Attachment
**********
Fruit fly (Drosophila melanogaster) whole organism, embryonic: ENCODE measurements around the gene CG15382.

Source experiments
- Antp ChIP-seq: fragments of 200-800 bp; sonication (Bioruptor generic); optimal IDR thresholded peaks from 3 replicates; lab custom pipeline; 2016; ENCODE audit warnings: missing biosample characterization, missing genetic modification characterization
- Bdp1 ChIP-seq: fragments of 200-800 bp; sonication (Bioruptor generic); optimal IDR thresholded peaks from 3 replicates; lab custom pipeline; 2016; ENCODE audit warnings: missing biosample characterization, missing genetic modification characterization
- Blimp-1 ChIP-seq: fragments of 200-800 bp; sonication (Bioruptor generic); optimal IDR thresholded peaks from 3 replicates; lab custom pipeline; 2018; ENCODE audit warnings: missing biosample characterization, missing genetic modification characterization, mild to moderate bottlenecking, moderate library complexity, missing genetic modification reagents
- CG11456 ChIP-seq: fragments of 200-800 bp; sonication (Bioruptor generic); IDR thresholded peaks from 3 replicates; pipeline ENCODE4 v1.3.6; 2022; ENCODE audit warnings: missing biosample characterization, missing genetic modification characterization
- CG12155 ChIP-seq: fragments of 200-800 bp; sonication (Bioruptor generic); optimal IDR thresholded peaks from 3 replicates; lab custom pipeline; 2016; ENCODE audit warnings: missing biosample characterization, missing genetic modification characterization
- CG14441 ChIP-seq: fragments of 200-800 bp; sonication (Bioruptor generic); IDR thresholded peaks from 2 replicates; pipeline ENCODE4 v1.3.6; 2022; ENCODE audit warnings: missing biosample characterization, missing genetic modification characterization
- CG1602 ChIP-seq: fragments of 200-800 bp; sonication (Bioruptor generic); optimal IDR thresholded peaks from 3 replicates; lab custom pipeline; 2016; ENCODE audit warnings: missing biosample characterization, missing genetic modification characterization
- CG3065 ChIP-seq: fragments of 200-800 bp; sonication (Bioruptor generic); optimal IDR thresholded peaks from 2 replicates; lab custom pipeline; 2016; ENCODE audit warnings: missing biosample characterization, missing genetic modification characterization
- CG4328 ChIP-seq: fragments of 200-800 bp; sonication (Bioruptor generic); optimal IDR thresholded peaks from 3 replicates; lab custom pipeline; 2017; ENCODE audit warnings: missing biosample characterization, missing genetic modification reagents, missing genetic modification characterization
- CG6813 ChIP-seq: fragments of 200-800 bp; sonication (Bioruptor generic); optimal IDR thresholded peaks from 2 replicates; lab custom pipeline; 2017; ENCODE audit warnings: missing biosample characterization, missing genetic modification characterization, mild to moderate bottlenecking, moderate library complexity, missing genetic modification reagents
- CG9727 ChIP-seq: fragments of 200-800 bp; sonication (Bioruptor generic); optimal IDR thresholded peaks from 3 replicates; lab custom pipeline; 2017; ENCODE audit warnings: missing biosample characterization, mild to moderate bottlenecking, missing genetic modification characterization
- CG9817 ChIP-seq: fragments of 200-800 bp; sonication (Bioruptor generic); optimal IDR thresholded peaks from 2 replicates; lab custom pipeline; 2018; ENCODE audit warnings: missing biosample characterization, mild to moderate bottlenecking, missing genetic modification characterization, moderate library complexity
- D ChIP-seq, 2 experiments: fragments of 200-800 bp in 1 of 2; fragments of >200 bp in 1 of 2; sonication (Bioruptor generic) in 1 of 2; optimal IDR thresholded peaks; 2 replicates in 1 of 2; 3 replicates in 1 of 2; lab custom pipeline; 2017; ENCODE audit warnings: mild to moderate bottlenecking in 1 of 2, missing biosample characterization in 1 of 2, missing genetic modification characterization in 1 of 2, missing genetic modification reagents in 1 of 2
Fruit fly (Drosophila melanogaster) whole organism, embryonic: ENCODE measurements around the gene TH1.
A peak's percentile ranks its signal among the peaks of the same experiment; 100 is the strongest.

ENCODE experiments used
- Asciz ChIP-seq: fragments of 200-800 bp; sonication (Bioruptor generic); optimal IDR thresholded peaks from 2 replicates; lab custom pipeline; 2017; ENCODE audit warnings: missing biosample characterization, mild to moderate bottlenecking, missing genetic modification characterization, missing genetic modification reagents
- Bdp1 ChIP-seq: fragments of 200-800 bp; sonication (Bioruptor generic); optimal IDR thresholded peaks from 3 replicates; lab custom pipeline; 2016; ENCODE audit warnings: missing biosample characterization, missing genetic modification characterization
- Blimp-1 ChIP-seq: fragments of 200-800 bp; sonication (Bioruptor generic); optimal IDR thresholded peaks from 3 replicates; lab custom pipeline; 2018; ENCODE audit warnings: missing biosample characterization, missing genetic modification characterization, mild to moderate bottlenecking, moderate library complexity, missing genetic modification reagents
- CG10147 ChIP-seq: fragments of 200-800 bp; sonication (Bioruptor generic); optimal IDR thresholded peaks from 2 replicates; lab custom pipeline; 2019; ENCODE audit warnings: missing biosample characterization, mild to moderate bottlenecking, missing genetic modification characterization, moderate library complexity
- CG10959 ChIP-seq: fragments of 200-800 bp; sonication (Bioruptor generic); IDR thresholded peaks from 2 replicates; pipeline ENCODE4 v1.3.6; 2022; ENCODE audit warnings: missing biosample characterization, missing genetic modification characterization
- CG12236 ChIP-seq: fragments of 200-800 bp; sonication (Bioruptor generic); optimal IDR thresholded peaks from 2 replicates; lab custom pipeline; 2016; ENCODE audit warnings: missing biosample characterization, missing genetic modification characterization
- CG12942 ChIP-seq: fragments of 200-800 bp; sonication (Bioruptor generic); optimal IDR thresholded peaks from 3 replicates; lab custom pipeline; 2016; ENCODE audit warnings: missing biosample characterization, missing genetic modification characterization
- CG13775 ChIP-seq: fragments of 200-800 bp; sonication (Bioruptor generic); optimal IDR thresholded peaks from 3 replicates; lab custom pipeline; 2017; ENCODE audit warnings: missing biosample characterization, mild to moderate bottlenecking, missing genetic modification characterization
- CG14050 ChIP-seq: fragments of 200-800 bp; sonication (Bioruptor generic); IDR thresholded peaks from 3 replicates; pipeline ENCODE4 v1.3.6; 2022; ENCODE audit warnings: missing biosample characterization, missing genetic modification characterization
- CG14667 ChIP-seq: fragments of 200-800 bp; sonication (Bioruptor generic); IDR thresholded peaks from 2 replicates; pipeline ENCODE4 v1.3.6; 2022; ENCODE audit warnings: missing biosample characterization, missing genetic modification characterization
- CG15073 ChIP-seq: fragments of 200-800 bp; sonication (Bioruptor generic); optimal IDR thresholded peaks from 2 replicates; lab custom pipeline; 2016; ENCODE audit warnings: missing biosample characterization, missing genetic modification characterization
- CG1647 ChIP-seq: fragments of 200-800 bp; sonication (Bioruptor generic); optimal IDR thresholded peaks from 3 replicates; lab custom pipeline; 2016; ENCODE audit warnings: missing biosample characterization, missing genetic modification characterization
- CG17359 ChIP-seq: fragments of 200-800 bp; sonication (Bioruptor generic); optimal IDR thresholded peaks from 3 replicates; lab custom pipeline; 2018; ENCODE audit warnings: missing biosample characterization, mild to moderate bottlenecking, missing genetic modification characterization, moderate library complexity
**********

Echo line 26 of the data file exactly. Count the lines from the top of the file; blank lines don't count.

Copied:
- CG13775 ChIP-seq: fragments of 200-800 bp; sonication (Bioruptor generic); optimal IDR thresholded peaks from 3 replicates; lab custom pipeline; 2017; ENCODE audit warnings: missing biosample characterization, mild to moderate bottlenecking, missing genetic modification characterization